The Efficient Market Hypothesis (EMH) is one of the main reasons some investors may choose a passive investing strategy. It helps to explain the valid rationale of buying these passive mutual funds and exchange-traded funds (ETFs).
What Is Efficient Market Hypothesis?
The Efficient Market Hypothesis (EMH) essentially says that all known information about investment securities, such as stocks, is already factored into the prices of those securities. If that is true, no amount of analysis can give you an edge over "the market."
EMH does not require that investors be rational; it says that individual investors will act randomly. But as a whole, the market is always "right." In simple terms, "efficient" implies "normal."
For example, an unusual reaction to unusual information is normal. If a crowd suddenly starts running in one direction, it's normal for you to run that way as well, even if there isn't a rational reason for doing so.
What Are the Types of EMH?
There are three forms of EMH: weak, semi-strong, and strong. Here's what each says about the market.
- Weak Form EMH: Weak form EMH suggests that all past information is priced into securities. Fundamental analysis of securities can provide you with information to produce returns above market averages in the short term. But no "patterns" exist. Therefore, fundamental analysis does not provide a long-term advantage, and technical analysis will not work.
- Semi-Strong Form EMH: Semi-strong form EMH implies that neither fundamental analysis nor technical analysis can provide you with an advantage. It also suggests that new information is instantly priced into securities.
- Strong Form EMH: Strong form EMH says that all information, both public and private, is priced into stocks; therefore, no investor can gain advantage over the market as a whole. Strong form EMH does not say it's impossible to get an abnormally high return. That's because there are always outliers included in the averages.
EMH does not say that you can never outperform the market. It says that there are outliers who can beat the market averages. But there are also outliers who lose big to the market. The majority is closer to the median. Those who "win" are lucky; those who "lose" are unlucky.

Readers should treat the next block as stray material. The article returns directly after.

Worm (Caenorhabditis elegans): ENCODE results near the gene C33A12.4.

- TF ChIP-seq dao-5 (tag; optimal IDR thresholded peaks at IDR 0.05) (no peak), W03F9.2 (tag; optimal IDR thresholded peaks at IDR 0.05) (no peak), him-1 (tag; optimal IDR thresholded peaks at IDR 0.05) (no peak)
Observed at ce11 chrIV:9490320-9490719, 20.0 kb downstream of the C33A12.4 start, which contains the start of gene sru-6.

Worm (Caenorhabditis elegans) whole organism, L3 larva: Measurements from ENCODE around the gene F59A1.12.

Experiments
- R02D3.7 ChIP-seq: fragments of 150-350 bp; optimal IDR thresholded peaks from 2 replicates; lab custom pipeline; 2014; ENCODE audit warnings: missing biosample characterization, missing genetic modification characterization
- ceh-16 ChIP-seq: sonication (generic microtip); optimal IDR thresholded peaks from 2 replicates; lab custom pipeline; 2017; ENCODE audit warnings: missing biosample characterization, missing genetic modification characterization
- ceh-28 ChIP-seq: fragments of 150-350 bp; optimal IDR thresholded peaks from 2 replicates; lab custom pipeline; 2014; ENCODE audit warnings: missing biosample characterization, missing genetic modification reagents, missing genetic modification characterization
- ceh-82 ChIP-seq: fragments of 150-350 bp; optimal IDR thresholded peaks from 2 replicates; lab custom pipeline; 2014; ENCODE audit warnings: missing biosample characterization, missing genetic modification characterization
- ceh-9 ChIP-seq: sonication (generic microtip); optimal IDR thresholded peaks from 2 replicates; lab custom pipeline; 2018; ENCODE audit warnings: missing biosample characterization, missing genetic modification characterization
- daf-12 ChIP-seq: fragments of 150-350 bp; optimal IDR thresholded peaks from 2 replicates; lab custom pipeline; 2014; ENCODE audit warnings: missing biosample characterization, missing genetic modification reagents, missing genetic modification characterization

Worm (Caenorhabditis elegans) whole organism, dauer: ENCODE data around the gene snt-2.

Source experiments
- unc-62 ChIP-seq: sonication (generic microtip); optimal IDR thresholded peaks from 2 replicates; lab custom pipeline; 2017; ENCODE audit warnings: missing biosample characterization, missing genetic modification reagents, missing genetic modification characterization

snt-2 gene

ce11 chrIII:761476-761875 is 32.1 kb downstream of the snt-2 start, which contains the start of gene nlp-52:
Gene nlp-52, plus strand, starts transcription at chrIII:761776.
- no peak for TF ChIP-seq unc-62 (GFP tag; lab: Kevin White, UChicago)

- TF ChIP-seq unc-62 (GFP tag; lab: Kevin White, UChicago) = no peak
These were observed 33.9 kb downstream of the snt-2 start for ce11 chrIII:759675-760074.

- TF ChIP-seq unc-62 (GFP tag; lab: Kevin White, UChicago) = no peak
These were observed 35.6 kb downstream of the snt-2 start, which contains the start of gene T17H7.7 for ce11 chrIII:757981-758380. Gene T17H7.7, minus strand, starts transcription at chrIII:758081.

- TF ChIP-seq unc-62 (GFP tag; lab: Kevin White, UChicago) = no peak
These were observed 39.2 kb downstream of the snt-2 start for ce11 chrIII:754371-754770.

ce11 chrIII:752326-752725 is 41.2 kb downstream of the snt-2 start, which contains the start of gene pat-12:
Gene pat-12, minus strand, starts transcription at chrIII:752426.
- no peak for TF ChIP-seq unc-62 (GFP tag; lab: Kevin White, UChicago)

EMH and Investing Strategies
Index investors might say they are going along with this common saying: "If you can't beat 'em, join 'em." Instead of trying to beat the market, they will buy an index fund that invests in the same securities as the benchmark index.
Some investors will still try to beat the market, believing that the movement of stock prices can be predicted, at least to some degree. For that reason, EMH does not align with a day trading strategy. Traders study short-term trends and patterns. Then, they attempt to figure out when to buy and sell based on these patterns. Day traders would reject the strong form of EMH.
For more on EMH, including arguments against it, check out the EMH paper from economist Burton G. Malkiel. Malkiel is also the author of the investing book "A Random Walk Down Main Street." The random walk theory says that movements in stock prices are random.
The Bottom Line
If you believe that you can't predict the stock market, you would most often support the EMH. But a short-term trader might reject the ideas put forth by EMH, because they believe that they are able to predict changes in stock prices.
For most investors, a passive, buy-and-hold, long-term strategy is useful. Capital markets are mostly unpredictable with random up and down movements in price.
Frequently Asked Questions (FAQs)
When did the Efficient Market Hypothesis first emerge?
At the core of EMH is the theory that, in general, even professional traders are unable to beat the market in the long term with fundamental or technical analysis. That idea has roots in the 19th century and the "random walk" stock theory. EMH as a specific title is sometimes attributed to Eugene Fama's 1970 paper "Efficient Capital Markets: A Review of Theory and Empirical Work."
How is the Efficient Market Hypothesis used in the real world?
Investors who utilize EMH in their real-world portfolios are likely to make fewer decisions than investors who use fundamental or technical analysis. They are more likely to simply invest in broad market products, such as S&P 500 and total market funds.